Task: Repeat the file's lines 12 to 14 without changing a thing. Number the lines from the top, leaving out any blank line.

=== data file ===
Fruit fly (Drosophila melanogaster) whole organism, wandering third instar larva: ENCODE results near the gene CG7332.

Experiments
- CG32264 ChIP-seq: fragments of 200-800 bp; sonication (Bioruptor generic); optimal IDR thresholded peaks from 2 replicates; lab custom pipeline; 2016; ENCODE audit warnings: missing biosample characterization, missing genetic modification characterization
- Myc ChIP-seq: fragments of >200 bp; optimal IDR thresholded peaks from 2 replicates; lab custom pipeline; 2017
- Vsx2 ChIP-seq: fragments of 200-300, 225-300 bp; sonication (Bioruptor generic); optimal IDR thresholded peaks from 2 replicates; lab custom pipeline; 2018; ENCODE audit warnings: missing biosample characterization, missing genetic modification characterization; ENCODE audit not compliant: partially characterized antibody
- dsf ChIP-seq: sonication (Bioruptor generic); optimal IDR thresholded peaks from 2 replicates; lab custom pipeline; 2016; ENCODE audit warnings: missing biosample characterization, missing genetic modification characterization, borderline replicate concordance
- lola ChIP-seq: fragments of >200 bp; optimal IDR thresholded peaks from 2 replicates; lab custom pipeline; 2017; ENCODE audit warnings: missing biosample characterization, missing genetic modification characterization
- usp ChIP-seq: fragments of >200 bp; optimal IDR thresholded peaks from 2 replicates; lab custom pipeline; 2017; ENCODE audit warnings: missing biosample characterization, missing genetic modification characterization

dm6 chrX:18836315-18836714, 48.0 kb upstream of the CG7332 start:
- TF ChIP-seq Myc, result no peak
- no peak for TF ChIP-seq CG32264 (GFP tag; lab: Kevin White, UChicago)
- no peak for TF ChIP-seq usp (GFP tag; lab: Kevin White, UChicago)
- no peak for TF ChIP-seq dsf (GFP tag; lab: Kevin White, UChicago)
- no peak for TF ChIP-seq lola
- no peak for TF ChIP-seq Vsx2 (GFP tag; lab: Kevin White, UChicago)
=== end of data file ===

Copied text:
- no peak for TF ChIP-seq usp (GFP tag; lab: Kevin White, UChicago)
- no peak for TF ChIP-seq dsf (GFP tag; lab: Kevin White, UChicago)
- no peak for TF ChIP-seq lola